The Atacama Desert in Chile is the driest non-polar desert in the world, and some parts of this desolate terrain have not seen a drop of rain in decades. So it probably seems an unlikely place for a brewery. But in the heart of this parched landscape, in the town of Pena Blanca, you can find reprieve from the heat with a beer from one of the most unique breweries in the world, reports Popular Science.
The Atrapaneblina (or "fog catcher") brewery makes its beer from local water captured entirely from fog nets. According to its owner, the fog water gives the beer a taste and quality unlike any other on Earth.
Although the Atacama Desert does not see much rainfall, the region is often shrouded in a thick fog that locals call "camanchaca." Moisture from this fog is pretty much the only lifeline for the flora that cling to existence here.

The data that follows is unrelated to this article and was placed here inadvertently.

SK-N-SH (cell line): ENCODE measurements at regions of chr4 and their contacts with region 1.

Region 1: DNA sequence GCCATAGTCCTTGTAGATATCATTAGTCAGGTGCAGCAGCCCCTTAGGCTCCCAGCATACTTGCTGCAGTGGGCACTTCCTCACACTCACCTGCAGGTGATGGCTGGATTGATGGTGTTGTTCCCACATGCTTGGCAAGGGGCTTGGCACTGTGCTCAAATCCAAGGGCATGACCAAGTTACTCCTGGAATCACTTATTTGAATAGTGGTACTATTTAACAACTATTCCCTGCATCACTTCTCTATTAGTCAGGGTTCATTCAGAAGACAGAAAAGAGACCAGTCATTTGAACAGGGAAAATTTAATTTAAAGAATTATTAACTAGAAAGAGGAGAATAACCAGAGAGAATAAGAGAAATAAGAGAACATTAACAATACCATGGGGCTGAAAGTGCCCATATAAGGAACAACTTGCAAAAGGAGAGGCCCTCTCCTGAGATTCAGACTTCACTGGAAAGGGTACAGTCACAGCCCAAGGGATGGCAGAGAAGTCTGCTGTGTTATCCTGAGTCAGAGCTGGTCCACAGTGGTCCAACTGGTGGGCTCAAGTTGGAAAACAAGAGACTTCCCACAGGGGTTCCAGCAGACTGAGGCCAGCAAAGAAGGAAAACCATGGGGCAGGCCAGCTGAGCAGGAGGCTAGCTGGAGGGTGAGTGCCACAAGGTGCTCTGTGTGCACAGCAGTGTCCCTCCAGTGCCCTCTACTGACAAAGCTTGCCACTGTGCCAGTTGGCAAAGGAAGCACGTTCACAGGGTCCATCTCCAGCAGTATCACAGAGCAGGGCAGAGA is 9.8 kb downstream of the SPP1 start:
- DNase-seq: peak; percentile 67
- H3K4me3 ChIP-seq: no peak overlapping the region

Ever since the 1950s, a now-retired physics professor, Carlos Espinosa Arancibia, has been testing nets that can capture the fog's water. With openings less than one millimeter across, the nets allow water droplets to condense out of the fog. As the droplets accumulate, they form a drip can drains into a container. The water is so pure that it can be safely enjoyed without any other form of treatment.
It's this super-clean fog water that the brewery uses to brew its beer, a golden amber Scottish ale with brown foam. Because water is still a scarce resource here, the brewery only produces 6,300 gallons of beer per year, but that just makes a sip of this distinctive beer all the more special.
The good news is that the netting is inexpensive, only about $1,000-$1,500 for 430 square feet of the stuff, so the hope is that this technology can help to stave off desertification throughout the region. The nets also have a minimal effect on the local ecosystem, so developing a wider system of fog nets should be viable in the future.
For more information about Atrapaneblina beers, you can check out their website here.
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